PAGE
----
Foley v. Connelie
435 U.S. 291 (1978)

  • Foley was a permanent resident of the US who was trying to become a naturalized US citizen. He applied for a job as a policeman in New York, but was denied.
    • At the time, New York law required that all policemen be US citizens.
  • Foley sued, claiming that the citizenship requirement was an unconstitutional violation of the Equal Protection Clause of the 14th Amendment.
    • Specifically, the Equal Protection Clause says that “no person shall be denied equal protection under the laws…,” it does not say “citizen.”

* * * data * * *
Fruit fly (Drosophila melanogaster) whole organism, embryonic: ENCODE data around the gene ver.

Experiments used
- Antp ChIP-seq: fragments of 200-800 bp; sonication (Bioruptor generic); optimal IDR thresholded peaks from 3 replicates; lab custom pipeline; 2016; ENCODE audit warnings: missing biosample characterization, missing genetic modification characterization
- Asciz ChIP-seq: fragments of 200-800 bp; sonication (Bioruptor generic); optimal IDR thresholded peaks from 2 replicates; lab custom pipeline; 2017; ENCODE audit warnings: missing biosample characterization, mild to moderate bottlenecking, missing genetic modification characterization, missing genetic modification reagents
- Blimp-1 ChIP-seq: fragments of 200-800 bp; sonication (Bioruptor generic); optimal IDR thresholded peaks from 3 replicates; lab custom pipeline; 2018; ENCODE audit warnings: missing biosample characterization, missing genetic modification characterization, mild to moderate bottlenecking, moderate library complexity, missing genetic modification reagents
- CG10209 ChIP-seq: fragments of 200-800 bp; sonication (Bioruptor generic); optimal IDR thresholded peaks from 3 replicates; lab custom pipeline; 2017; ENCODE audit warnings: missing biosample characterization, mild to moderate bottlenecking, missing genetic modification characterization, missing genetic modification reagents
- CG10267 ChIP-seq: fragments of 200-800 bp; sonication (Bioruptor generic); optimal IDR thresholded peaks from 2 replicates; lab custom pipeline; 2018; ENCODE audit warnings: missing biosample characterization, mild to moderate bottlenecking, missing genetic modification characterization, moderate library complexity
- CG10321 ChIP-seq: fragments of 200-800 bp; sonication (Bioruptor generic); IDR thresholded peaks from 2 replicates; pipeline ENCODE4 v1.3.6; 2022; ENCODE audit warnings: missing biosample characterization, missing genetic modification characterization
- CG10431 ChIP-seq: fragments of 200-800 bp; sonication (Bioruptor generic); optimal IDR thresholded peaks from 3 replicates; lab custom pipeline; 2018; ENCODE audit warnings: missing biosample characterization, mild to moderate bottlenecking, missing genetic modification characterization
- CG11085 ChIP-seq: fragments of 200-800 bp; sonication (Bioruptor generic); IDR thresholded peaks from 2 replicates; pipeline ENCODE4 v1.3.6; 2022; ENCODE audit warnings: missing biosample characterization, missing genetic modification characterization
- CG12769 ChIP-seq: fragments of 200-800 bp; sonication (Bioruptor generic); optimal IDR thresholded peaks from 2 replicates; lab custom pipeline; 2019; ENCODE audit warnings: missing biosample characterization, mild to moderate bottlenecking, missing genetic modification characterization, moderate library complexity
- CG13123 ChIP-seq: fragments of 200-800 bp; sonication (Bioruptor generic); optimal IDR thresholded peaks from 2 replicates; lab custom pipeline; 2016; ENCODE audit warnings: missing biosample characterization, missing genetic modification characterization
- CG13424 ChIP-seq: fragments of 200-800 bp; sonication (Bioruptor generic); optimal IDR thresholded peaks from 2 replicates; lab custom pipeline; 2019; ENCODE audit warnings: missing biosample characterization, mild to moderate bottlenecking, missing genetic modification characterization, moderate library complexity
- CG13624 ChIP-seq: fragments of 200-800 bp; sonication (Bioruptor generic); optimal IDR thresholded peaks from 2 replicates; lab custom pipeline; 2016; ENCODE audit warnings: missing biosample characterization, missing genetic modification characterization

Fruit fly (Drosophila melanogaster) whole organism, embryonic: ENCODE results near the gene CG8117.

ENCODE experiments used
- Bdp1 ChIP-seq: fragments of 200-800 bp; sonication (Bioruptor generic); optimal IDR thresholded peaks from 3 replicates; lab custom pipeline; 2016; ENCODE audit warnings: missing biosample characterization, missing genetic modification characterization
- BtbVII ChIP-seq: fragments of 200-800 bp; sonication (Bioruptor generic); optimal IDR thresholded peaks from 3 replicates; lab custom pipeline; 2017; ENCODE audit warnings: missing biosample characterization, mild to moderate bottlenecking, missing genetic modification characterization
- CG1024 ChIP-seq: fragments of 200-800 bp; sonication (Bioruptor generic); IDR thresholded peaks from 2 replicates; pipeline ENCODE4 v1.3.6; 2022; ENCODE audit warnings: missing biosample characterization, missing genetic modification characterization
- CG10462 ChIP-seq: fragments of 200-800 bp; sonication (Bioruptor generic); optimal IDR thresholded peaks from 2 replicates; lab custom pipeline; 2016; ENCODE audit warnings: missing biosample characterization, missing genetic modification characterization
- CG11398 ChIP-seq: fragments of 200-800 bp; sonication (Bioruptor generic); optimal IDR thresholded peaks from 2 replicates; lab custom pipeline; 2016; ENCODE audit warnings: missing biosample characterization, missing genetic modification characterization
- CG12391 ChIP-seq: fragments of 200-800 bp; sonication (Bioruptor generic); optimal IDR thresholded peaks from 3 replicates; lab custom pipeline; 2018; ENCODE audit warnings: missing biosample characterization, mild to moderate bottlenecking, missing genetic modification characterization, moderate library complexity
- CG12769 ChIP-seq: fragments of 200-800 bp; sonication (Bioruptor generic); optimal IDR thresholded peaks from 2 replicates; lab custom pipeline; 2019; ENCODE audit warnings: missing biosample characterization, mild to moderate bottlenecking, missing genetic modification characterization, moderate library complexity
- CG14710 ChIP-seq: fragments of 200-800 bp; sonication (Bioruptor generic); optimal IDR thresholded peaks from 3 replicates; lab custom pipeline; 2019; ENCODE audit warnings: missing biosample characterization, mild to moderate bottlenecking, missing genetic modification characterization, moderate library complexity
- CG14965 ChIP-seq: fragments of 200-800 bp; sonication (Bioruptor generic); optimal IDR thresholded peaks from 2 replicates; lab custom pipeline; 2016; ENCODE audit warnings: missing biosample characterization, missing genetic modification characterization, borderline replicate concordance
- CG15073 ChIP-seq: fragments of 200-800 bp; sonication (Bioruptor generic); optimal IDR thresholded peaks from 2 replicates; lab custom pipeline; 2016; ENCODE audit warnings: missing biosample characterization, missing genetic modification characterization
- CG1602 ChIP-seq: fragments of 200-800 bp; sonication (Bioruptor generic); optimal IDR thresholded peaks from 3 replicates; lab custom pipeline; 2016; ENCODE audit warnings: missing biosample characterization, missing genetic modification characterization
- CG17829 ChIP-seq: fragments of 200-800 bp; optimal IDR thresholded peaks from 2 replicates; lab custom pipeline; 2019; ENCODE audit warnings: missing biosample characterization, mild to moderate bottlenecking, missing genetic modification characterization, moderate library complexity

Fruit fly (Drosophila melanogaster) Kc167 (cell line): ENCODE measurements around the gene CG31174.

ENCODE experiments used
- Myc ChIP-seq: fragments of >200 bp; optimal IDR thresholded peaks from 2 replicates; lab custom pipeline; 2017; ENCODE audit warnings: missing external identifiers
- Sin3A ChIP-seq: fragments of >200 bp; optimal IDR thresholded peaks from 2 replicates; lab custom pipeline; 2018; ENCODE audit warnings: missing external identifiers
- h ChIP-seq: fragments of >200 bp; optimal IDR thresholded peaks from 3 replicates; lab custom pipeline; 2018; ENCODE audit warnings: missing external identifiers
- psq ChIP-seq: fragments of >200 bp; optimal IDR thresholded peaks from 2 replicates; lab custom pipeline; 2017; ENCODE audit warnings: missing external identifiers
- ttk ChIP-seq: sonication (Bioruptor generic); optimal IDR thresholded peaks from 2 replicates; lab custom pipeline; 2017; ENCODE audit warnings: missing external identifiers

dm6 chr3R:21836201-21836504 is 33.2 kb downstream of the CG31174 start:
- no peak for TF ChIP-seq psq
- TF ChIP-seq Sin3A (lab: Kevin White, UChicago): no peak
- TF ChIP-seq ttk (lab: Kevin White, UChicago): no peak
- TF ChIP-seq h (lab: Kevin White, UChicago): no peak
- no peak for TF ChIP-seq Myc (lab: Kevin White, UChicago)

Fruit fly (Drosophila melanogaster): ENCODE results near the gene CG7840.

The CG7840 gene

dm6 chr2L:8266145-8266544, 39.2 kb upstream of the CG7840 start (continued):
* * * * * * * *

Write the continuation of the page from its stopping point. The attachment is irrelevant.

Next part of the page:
• The US Supreme Court found for New York and found the citizenship requirement to be constitutionally permissible.
    • The US Supreme Court found that while strict scrutiny is the general level of judicial review for cases in which non-citizens are making claims based on equal protection (aka alienage classifications), there is an exception for cases related to self-government and the democratic process.
      • In those cases, the much lower rational basis review is to be used.
      • Basically, a State may deny aliens the right to vote, hold political office, or serve on juries, as long as they can show a rational basis.
    • The Court found that a policeman’s broad powers over citizens was a good enough rational basis to deny non-citizens from the position.
    • The Court noted that there must be some benefits to being a citizen over not being a citizen, otherwise, what’s the point of applying for citizenship?